onLine weblog archive

Friday, February 22, 2002

Of course you understand that the recognition of hypocrisy and/or inconsistency between theory and practice is not a valid argument against the theory, right?
From The Register: Three new MS security holes - two nasty.
Hey look! A proposed CSS re-coding of Mozillazine! Very nice.
Eric Meyer's CSS Anarchist Articles [1] [2] have inspired some cool tools for web developers: Blast Sites with User CSS Sheets show you how to use user stylesheets to reveal site markup and CSS techniques. Martin Spernau has cooked up some bookmarklets to do the same.
Kynn Bartlett made a good point on the www-style list:
The fact that the accessibility sites don't use CSS for layout supports the idea that CSS is not ready to replace tables. The fact that sites which use CSS for layout require a warning -- which would be completely unacceptable in commercial work -- is further support for the "not ready for prime time" argument.
Marko Karppinen points out inconsistencies in the W3C's stated goals and the site-building methods of its members:
out of the 506 w3c members, only eighteen have web sites that validate with the w3c validator as either html or xhtml. 141 members proudly display sites with definite markup errors; a whopping 342 sites couldn't be tested at all because of lacking dtd definitions. Sad.

Thursday, February 21, 2002

Brent Ashley built a cool little DHTML chat client for his site. It uses his Remote Scripting tools, and is freely downloadable. Go chat with Brent: he won't bite.

Wednesday, February 20, 2002

Tableless layouts for the masses: CSS Colouring Book. [Ed. Note: On closer inspection, I can't really recommend this site; its layouts, are indeed laid out quite nicely with CSS but the pages are not built with good, structural HTML markup. Instead, nearly every page element is placed wthin a DIV. CSS without well-structured markup is not really any better, and is perhaps worse, than just using tables and font tags.]
When using CSS for layout it is often vital to the success of the project to Hide CSS from Buggy Browsers.
I'm working on fixing serveral annoying little glitches with the CSS article, including an extra line in the doctype declaration which keeps Mozilla from rendering the CSS, a broken link to a stylesheet, which causes NS4 to throw up a 404 error, a misprint, an error, and some silly markup I should have done right the first time. But other than that things are going swimmingly well!

Tuesday, February 19, 2002

Hey look! My second article at Apple Internet Developer is up: Introduction to CSS Layout.
L. David Baron said it:
A large percentage of the pages on the web are not documents in the conventional sense -- they are user interface, or sometimes user interface wrapping documents. CSS is a insufficient for describing user interface -- even more so than tables are, so tables are still common on the web and probably will stay that way as long as CSS doesn't have a better box model for describing user interface. CSS is being used more on the web, but its box model is not replacing tables in many places -- it's often being used within tables.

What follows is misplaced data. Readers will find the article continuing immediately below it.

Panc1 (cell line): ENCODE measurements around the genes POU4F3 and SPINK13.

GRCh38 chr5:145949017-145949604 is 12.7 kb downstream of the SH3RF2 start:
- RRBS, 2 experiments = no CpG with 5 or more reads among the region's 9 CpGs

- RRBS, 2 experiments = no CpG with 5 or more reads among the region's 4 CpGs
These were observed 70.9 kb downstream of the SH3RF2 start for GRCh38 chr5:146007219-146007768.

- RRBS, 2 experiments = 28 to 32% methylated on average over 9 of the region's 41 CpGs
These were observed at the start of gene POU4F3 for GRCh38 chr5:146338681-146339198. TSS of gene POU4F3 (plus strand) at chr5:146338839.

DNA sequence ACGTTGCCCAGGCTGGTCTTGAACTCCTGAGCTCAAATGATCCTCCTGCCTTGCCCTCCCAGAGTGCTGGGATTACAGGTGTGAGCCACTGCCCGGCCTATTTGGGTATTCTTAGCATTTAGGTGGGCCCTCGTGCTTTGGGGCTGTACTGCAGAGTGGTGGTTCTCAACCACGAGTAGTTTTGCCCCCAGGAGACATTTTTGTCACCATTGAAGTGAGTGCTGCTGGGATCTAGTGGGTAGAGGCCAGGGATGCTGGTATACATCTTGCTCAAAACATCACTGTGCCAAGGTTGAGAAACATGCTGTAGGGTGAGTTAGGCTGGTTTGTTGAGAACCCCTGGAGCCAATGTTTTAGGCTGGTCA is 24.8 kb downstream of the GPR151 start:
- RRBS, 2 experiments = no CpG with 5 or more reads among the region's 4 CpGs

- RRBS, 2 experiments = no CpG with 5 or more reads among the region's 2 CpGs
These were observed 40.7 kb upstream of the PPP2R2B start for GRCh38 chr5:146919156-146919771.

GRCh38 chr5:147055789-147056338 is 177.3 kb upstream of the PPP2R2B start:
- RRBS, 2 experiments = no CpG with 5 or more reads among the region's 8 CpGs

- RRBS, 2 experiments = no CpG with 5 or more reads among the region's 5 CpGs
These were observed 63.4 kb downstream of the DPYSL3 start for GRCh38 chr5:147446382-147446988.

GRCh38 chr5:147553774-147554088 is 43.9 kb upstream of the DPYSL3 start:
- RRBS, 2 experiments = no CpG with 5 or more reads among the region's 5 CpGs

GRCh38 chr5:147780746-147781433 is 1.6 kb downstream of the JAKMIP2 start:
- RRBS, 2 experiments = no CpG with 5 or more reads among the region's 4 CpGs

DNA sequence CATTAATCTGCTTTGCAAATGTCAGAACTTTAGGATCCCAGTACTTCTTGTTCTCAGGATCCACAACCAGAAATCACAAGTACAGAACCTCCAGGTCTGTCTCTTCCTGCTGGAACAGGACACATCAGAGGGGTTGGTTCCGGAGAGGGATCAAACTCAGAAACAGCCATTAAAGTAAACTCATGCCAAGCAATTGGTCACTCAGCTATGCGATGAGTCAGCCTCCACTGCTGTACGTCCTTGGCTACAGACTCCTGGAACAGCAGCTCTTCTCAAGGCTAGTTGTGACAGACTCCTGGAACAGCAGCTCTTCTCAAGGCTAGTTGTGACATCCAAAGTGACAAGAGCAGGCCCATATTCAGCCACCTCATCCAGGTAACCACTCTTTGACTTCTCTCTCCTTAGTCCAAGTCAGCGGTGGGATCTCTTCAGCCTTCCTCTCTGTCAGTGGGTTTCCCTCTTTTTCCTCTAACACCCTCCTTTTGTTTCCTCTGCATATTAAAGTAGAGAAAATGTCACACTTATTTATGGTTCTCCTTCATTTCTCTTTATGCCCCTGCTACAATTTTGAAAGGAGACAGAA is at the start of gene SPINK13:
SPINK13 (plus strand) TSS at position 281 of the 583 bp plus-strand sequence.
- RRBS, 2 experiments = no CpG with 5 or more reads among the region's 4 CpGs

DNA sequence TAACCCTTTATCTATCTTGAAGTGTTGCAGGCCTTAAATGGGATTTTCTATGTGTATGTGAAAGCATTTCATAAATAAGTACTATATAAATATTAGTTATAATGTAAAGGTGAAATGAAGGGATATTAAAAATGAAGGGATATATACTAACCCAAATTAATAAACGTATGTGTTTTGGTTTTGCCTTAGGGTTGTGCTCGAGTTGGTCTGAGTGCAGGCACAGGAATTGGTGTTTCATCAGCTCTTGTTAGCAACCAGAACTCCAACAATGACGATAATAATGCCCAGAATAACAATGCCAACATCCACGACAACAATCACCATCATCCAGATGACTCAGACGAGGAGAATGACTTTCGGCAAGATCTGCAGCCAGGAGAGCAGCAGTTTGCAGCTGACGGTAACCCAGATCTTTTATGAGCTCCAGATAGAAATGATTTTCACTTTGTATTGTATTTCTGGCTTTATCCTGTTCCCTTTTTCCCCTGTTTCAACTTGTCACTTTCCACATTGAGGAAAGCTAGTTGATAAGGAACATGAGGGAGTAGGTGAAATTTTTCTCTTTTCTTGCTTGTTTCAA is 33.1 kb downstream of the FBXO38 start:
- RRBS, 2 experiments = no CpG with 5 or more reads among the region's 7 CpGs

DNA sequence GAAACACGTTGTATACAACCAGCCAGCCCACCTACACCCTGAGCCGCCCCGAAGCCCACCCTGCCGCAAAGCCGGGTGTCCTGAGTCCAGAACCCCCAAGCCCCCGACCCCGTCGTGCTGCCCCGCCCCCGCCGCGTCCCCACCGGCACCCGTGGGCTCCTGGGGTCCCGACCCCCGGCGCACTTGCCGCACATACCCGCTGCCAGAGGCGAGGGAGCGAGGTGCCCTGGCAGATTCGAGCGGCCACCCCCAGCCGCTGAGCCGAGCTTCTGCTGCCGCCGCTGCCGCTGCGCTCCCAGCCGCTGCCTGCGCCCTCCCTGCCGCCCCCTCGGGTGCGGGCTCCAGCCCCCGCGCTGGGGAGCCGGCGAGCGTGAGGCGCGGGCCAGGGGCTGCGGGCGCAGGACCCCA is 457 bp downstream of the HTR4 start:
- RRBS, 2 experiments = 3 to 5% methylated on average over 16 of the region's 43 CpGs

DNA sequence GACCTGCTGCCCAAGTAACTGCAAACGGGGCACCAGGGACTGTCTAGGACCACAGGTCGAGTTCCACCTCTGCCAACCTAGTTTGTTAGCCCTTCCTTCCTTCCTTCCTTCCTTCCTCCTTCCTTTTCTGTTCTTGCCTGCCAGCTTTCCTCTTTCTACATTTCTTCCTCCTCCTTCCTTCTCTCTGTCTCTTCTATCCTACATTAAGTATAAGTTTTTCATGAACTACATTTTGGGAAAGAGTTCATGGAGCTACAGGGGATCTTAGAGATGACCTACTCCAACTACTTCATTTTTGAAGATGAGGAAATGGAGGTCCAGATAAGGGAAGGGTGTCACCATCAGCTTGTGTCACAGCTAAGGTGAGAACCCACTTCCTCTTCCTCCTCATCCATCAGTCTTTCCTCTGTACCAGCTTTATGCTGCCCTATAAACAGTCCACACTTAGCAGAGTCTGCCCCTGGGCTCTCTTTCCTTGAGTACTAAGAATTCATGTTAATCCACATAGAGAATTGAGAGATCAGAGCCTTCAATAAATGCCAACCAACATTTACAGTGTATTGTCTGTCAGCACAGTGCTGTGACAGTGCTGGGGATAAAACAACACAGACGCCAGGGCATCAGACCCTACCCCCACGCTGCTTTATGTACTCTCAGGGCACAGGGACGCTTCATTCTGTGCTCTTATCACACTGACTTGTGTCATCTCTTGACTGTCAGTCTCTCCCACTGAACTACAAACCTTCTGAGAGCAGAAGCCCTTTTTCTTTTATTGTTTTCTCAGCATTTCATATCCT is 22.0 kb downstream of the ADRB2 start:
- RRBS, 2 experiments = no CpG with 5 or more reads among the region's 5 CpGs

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Friday, February 22, 2002

If you are a home music recording enthusiast (and I know you are) check out TapeOp.com where you can sign up for a free subscription of Tape Op, a zine dedicated to music recording. It was started by Larry Crane and is apparently very popular with those in the know:
Many believe the magazine is successful with bands and recording purists alike because, unlike other recording industry magazines, it doesn't hype or push new "gear" or technological advancements. It is simply a labor of love to be shared by those interested in recording.

Thursday, February 21, 2002

The Self as a Center of Narrative Gravity
What is a self? I will try to answer this question by developing an analogy with something much simpler, something which is nowhere near as puzzling as a self, but has some properties in common with selves.

What I have in mind is the center of gravity of an object.

Monday, February 18, 2002

So several of my friends are either surrecting or resurrecting personal sites, which makes me happy. Now if I could just convince K to start that political commentary blog...

Anyway, Jon of the now defunct Rock and Roll blog Fake Dub is back at it with Freakbeat. Hopefully he will soon be writing more on Rock and Roll, his area of, shall we say, "expertise", and less about his underwear. Did I mention the Signs of Gravois section of the freakbeat site? It features some neat photos taken of classic commercial signage from the un-re-developed city of St. Louis.

Derek has also re-engaged himself with online writing, this time at odegards.com/derek instead of that den of narcissism known as pixelpony.com. Did I mention he has become engaged? To my sister-in-law that lives in our basement?

Also, everyone's best friend John has built his first (I think) personal site (which I will ink to ASAP). John introduced me to e-world and aol sometime in 1991, got me a job here in NYC in 95 doing computer support (though I had zero experience with computers), handed me a floppy disk from INCH that had a company dial-up account and all the neccesary software to get K's Mac online, thereby launching my carrer on the Web. Did I mention that John and his wife are expecting?

And did I mention that my friend Matt is funny?
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